New York City - jam packed with incredible restaurants, people watching, and shopping, also boasts some of the greatest museums in the world. While considered touristy, visiting them is still one of the greatest past times to a New Yorker. I've been to the MET three times and I still have yet to make it through the whole thing. However, the MET and the MOMA are only a tiny portion of the incredible cultural and artistic museums situated in the city.
Metropolitan Museum of Art (MET)
The MET, whose steps are recognizable from basically every Romantic Comedy to exist, is located on the west side of Central Park. I love visiting in the Fall when the leaves are just changing and I can walk around the park. The steps are a great photo op, and the art in the Museum is incredible. My favorite section is American 18th Century Portraits, if you're someone who actually enjoys reading the plaques (like me), many of the portraits have an fascinating underlying story that you can usually figure out by reading them. When entering the museum, there is a giant sign that says "$25 Admission." This is often a mistake tourists make if they haven't looked into the tickets. If you look closer just underneath that in tiny print it says "suggested donation," you may pay what you want to enter. I usually give $5 or $10. College budget, sorry NYC.
I've struggled with finding places I like to eat around the area. I recommend Joe's Shanghai just below Central Park for Dim Dum, or Bluestone Lane about 8 blocks North of the MET for an incredible avocado smash (called "smash" because the restaurant is Australian.) The patio there is beautiful, but try to eat inside if it's warm out or you'll get harassed by the bees that come over from the park.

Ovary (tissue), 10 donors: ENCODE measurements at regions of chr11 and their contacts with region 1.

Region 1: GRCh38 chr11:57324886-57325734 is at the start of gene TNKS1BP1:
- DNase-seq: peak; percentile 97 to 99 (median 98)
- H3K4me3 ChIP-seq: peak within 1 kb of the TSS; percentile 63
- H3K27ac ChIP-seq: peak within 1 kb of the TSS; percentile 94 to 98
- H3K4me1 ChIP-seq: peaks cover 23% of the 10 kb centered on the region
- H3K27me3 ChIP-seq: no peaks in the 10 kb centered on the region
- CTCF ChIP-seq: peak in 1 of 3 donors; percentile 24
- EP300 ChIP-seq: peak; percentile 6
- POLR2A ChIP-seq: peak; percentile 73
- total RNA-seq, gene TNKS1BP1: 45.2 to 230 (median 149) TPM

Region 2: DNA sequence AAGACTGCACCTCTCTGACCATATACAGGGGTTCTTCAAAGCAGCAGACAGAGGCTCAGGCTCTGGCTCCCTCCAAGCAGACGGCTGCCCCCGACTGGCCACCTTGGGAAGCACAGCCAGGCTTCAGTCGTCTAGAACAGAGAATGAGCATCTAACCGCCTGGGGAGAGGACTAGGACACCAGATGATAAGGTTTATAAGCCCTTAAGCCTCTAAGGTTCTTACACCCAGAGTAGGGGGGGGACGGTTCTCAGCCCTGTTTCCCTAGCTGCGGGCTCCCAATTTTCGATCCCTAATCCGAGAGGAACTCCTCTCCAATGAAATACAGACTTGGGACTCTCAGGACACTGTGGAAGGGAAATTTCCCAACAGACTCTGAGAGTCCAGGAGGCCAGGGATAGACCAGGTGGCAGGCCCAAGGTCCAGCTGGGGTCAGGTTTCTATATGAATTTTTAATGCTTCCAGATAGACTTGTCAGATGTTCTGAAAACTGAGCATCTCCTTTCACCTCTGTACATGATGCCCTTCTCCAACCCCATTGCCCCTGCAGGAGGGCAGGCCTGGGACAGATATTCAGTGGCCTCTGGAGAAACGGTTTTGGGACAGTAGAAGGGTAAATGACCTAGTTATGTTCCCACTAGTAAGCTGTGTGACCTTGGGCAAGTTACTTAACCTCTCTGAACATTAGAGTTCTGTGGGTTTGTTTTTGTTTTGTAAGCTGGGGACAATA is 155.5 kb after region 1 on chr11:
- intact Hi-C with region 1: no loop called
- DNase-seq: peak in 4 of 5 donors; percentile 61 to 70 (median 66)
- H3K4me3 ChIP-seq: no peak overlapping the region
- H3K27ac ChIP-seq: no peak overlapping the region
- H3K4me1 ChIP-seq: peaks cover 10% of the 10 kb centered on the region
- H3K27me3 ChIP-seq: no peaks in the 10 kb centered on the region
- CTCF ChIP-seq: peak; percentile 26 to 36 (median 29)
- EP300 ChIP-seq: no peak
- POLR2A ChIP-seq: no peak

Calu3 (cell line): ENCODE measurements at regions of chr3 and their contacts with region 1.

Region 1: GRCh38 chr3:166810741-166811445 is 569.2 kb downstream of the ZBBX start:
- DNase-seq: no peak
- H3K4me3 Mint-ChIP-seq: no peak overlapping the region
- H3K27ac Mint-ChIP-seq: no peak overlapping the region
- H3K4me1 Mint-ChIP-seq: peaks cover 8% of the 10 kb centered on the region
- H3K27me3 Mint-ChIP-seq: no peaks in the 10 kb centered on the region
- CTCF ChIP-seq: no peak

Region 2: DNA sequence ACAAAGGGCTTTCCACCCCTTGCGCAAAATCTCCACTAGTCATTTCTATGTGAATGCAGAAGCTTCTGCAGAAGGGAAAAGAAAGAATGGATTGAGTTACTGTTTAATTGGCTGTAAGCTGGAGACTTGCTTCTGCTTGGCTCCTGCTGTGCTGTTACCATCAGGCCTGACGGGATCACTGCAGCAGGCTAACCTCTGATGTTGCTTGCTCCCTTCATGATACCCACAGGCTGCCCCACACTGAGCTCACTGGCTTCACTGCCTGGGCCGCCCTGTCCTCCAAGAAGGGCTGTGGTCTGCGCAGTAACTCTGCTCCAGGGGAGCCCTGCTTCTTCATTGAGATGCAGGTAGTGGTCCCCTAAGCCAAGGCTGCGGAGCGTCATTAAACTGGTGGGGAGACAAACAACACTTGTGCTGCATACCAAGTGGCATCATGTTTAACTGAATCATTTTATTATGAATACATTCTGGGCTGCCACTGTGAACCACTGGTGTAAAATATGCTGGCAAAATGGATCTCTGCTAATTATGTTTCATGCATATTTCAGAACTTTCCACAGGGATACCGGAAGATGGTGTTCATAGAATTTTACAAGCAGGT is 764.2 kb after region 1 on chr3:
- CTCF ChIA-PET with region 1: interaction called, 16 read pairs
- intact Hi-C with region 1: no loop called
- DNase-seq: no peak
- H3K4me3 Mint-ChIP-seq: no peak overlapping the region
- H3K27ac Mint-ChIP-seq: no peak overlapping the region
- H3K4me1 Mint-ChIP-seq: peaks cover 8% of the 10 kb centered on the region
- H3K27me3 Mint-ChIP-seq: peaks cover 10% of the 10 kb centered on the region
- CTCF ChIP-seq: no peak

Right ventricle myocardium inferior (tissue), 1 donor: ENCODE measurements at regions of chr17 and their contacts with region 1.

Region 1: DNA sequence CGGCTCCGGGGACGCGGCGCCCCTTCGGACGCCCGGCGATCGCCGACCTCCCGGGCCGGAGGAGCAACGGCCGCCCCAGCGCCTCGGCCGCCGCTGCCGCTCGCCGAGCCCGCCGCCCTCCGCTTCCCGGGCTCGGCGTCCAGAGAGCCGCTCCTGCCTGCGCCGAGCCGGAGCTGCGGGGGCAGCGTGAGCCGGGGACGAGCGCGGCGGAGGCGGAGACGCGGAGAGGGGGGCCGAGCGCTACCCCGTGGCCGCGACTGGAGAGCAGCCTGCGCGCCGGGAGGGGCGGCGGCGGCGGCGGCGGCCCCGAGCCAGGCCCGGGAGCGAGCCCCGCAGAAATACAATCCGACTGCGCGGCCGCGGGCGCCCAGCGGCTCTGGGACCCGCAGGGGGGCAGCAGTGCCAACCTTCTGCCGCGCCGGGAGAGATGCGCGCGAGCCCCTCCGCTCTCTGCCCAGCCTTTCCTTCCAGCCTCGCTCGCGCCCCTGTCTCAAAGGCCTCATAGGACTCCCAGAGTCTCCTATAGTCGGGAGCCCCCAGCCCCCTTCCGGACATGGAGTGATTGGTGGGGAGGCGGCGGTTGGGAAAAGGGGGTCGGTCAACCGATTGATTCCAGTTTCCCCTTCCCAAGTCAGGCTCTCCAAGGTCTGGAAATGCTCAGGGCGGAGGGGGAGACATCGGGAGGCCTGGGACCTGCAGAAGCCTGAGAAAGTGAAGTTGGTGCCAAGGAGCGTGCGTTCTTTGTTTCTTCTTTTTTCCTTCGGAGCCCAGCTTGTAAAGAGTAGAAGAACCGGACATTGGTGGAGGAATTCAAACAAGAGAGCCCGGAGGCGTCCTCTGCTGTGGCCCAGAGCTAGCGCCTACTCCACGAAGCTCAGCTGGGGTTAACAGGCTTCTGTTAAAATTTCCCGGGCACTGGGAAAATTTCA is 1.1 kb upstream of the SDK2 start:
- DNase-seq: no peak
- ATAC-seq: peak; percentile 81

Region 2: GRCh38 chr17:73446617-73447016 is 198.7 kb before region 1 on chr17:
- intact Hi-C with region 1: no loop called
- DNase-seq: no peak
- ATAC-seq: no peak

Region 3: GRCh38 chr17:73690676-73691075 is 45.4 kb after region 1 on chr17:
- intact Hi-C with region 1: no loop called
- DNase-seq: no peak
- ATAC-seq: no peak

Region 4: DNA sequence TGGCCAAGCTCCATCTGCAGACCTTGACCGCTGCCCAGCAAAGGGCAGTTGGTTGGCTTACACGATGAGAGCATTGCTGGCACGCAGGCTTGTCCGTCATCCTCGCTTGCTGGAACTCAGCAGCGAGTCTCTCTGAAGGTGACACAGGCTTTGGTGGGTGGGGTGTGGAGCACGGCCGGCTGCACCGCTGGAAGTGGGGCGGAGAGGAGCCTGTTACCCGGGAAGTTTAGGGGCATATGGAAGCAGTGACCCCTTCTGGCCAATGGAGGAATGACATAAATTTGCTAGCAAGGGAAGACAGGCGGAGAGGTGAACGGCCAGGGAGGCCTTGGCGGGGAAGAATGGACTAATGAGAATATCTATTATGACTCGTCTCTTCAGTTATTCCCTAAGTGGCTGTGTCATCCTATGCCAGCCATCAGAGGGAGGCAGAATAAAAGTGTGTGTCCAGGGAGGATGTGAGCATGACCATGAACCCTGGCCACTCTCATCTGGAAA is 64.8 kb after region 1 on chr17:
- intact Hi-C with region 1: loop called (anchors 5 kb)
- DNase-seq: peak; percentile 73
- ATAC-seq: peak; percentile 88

I only visited the MOMA once last fall. For students admission is only $14 with an ID (not suggested.) I went because they had a temporary Picasso exhibit which had more of his art that is not normally featured there. Having a Picasso tattoo, I felt obligated to go. It's truly a wonderful museum for Modern Art but is often packed with tourists so try to visit at an off time.
Museum of Natural History
Okay, the dinosaur exhibit at this place is probably the coolest thing ever. The first time my friend and I visited we sprinted to the top of the fourth floor to see the t-rex from Ben Stiller's Night at the Museum. This museum is also suggested donation although they recommend $17 for students. If you can't pay that much, the ticket sales won't question it at all so no worries! This museum is on the West Side of Central Park, near one of my favorite restaurants called Sugar and Plumm. I recommend their salmon eggs Benedict and red velvet cupcakes. The whole restaurant is pink and has a very Alice in Wonderland feel.
Although a bit of a hike from Manhattan, if interested in art this is a must. It's $16 or $10 with an I.D. and features the only feminist art exhibit in the nation. "Dinner Party" by Judy Chicago in the museum is one of the most incredible pieces of artwork I have ever seen. There is tons of amazing food choices around the area, including Korean taco joints which I highly recommend. Tip: The museum is closed Monday and Tuesday's.
Lower East Side Tenement Museum
Near Little Italy, this tiny museum is a building that has been completely preserved from the late 1800's and was home to hundreds of immigrant workers. It's a social history museum which recreates and teaches about life for the immigrants. Given a tour guide, you're able to relive what life was like in the 19th and 20th century there. Price depends on which tour chosen, but ranges around $20.
Museum of Chinese in America
This museum is dedicated to the past and current life of Chinese people in the US, teaching about 160 years of history. I recommend this because of the diversity of exhibits-- art, along with interactive exhibits such as one where you enter a room and are taunted and questioned as if you are a Chinese immigrant who just entered America. $10 admission, $5 with student I.D.